Have you ever said yes to something, but immediately wished you could take it back?
There’s that nit-picky client who won’t sign the proposal. Do we need an internal meeting to discuss? Yes.
Your ex-boss’ son is looking to get into consulting. Could you grab a coffee with him to give him the lay of the land? Yes.
Your second cousin is hosting a “cousins reunion.” It’s just a three hour drive, right? Yes.
Yet after every “yes,” you feel a pit in your stomach.
It’s been four months since you read your kids Goodnight Moon without your mind sifting through your inbox. The end of Q1 is approaching and you’ve taken zero steps towards your personal BHAG of overhauling your firm’s investment process.
But mostly, you’re tired, overcommitted and just want to go for a long run by yourself.
In her 2016 TED talk, my year of saying yes to everything Shonda Rimes (the brains behind Gray’s Anatomy and Scandal) declared the “power of one word” and how “Yes changed my life; Yes changed me.”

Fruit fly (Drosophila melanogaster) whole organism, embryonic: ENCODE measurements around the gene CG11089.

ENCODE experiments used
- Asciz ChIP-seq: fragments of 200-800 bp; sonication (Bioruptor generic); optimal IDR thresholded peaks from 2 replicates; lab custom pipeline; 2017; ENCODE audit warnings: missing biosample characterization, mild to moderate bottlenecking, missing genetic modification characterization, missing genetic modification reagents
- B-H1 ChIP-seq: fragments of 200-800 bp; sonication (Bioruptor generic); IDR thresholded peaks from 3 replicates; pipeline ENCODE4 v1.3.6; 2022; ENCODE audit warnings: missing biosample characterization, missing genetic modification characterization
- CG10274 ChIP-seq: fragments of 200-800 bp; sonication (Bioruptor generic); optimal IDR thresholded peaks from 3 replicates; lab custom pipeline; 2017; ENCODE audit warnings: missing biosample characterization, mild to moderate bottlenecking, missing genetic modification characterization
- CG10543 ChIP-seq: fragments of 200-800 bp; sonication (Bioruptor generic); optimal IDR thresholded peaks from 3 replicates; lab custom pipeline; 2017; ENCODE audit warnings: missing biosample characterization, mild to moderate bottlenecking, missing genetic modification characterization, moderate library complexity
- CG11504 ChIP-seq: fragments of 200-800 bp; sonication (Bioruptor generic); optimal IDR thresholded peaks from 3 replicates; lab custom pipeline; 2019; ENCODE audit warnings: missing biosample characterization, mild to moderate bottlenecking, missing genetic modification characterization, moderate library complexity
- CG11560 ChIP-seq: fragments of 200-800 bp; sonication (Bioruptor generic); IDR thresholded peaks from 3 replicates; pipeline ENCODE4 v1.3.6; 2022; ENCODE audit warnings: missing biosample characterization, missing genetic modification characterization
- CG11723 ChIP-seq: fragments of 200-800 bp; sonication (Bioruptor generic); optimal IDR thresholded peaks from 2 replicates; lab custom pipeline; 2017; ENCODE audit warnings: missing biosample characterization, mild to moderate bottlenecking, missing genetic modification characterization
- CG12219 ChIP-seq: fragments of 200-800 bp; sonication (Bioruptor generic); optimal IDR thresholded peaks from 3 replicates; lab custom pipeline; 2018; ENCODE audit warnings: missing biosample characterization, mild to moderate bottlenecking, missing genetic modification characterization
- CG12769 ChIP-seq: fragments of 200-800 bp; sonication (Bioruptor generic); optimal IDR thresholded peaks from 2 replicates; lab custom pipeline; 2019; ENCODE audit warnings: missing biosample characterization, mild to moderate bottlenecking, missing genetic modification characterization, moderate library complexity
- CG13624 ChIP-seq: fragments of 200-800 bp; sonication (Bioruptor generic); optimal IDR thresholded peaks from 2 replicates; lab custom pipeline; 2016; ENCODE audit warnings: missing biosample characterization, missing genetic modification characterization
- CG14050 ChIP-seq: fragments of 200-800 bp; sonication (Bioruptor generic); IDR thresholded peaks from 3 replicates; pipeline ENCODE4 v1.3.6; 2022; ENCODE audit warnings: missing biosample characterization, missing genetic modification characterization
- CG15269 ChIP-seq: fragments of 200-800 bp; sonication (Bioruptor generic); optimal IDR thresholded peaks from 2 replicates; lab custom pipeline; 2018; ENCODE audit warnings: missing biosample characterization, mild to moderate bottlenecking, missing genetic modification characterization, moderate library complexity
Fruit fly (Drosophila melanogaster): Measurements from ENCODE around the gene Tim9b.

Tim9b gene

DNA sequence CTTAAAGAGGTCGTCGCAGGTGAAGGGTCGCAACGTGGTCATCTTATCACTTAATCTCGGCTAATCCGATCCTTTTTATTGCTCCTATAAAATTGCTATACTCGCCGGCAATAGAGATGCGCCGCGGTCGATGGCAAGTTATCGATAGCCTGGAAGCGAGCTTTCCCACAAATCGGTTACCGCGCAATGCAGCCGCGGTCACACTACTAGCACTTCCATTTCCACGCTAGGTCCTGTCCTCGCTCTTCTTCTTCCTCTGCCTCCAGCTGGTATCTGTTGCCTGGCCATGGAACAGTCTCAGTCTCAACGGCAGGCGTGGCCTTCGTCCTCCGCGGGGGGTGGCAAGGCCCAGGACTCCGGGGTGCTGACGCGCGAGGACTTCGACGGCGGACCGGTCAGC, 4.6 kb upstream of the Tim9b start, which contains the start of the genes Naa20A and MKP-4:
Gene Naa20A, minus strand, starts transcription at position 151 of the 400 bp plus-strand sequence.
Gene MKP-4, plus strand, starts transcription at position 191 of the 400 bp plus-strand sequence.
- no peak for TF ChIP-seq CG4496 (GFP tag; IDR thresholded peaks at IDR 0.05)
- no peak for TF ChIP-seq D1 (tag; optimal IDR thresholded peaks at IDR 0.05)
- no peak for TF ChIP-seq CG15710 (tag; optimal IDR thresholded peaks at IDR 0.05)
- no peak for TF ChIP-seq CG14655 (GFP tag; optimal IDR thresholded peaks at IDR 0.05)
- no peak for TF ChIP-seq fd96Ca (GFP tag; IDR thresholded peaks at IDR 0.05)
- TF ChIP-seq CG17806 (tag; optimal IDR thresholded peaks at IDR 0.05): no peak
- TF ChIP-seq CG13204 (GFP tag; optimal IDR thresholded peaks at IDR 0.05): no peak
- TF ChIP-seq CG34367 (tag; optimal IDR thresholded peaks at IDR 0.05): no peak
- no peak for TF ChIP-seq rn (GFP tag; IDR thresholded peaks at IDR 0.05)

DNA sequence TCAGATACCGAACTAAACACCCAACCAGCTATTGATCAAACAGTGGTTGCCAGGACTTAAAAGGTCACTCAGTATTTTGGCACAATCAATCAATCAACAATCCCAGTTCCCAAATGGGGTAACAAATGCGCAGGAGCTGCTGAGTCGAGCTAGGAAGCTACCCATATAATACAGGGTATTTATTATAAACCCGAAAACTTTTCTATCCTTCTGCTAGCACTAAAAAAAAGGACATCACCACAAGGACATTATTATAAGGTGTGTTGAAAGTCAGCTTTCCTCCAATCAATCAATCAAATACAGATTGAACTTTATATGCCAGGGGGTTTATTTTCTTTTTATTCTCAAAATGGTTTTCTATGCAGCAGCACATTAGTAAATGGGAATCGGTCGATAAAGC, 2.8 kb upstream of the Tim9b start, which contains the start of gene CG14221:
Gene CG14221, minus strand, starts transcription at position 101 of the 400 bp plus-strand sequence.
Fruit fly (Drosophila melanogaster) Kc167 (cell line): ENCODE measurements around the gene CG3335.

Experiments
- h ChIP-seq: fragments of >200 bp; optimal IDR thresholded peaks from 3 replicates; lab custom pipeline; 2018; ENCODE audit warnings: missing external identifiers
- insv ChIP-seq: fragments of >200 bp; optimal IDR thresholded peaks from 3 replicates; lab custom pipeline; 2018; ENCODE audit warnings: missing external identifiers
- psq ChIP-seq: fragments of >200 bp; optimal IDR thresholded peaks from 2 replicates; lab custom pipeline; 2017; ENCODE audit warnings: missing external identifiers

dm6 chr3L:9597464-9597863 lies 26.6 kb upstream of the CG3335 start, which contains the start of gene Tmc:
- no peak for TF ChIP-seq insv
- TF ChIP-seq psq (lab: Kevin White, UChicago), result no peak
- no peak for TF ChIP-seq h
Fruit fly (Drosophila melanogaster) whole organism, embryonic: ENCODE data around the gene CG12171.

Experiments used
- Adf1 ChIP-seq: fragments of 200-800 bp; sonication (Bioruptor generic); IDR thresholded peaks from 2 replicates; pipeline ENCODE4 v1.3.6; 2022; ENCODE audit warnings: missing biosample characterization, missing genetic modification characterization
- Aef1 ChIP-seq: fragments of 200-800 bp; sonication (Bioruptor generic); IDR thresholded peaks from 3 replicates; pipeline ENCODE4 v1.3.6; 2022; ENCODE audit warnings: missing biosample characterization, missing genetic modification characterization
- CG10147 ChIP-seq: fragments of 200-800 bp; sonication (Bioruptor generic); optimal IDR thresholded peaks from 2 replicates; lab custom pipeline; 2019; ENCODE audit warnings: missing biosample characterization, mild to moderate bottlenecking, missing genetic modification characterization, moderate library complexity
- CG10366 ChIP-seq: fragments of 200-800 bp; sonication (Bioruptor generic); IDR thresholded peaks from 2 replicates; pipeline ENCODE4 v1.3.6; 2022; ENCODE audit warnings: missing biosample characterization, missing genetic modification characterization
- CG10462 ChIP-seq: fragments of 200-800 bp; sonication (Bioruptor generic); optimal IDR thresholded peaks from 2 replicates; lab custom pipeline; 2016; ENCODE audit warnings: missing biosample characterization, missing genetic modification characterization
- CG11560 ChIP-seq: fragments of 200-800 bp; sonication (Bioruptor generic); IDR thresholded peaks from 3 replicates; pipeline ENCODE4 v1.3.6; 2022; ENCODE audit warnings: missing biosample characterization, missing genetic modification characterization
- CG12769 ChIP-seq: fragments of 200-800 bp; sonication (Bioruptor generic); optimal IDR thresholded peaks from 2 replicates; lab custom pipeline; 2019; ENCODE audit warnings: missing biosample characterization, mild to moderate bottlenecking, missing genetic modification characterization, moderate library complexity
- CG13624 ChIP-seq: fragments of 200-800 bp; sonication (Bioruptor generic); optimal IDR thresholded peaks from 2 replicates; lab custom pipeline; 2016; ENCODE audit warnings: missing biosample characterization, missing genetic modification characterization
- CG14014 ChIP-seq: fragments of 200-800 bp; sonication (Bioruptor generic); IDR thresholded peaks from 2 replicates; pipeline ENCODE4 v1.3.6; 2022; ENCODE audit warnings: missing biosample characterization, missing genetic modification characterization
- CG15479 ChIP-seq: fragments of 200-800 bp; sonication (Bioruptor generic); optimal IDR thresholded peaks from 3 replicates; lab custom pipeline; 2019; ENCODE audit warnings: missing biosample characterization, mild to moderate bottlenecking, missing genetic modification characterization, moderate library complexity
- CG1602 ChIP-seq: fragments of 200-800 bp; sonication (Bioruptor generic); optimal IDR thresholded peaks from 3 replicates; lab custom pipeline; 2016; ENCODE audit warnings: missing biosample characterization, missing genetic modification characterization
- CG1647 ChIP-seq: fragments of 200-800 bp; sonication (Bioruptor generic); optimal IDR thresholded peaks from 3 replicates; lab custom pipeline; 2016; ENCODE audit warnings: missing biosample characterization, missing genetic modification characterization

Yes, in my own life “yes” has been an engine of serendipity, opportunity and inspiration. (Heck, it’s why RadReads exists.) Yet it’s also accompanied with a nagging feeling of frustration, resentment and burnout.
“Just beyond yourself is where you need to be” writes the poet David Whyte. But how on earth do you toe the line to actually get there?
HELL YEAH or No
Let’s start with an easy heuristic. This simple test works quite well as a solopreneur, as it protects your most precious resource: your time. The author Derek Sivers proposes two modes of action when evaluating an action:
When deciding whether to do something, if you feel anything less than “Wow! That would be amazing! Absolutely! Hell yeah!” — then say “no.”
Admittedly, there’s more nuance than these two states of the world. So how could you more deeply triage your decisions?
I’m going to bet that your “yes” come from a very noble starting place: curiosity. Whether it’s a new person to meet, a new book to read or a new rabbit hole to explore, the mysterious promise of what lies on the other side can be quite tantalizing.
In his post finding the one decision that removes 100 decisions Tim Ferriss explains how he was looking to make decisions “from a place of calm” as opposed to a “place of turbulence and blurred judgement.”
In order “to create space for seeing the bigger picture and finding gems” Ferriss identified a big domino in his own life: not reading any books written in 2020. For him, reading was a source of FOMO (being “wedded to the identity of being a well read guy”) and a “socially acceptable” form of procrastination.